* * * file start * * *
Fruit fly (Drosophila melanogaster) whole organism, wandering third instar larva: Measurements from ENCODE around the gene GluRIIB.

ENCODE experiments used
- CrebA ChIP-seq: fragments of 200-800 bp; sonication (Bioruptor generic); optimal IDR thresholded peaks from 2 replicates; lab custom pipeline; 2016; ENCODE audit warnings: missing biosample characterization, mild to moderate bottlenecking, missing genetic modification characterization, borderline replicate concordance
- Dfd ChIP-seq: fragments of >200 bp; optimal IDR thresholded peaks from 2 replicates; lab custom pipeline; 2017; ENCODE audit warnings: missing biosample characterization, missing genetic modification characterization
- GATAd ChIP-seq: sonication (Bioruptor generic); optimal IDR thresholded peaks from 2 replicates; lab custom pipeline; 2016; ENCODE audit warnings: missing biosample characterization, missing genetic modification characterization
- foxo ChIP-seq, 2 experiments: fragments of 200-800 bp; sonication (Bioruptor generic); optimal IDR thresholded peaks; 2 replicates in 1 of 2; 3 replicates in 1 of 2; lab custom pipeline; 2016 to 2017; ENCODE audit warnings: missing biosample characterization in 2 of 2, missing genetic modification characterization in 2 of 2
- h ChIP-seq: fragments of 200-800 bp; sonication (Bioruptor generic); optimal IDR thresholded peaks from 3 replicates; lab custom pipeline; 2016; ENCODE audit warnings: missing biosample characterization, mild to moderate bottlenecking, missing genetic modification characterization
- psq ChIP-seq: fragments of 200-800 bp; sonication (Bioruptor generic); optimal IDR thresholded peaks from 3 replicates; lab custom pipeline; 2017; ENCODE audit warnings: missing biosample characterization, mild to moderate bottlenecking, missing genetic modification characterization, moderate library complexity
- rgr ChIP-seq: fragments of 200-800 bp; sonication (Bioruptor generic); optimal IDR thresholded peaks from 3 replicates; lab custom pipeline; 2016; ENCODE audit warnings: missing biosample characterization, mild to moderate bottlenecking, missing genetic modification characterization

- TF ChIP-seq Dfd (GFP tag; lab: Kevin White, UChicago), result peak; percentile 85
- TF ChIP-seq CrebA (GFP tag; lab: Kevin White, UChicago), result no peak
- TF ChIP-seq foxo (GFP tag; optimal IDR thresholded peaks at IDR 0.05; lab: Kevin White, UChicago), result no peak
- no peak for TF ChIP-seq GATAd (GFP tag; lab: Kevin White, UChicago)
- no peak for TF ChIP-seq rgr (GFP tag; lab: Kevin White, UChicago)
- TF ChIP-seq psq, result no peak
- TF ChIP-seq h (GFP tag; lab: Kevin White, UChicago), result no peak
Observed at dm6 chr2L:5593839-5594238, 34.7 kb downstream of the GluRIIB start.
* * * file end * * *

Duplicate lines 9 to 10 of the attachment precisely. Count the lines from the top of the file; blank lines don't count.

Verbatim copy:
- rgr ChIP-seq: fragments of 200-800 bp; sonication (Bioruptor generic); optimal IDR thresholded peaks from 3 replicates; lab custom pipeline; 2016; ENCODE audit warnings: missing biosample characterization, mild to moderate bottlenecking, missing genetic modification characterization

- TF ChIP-seq Dfd (GFP tag; lab: Kevin White, UChicago), result peak; percentile 85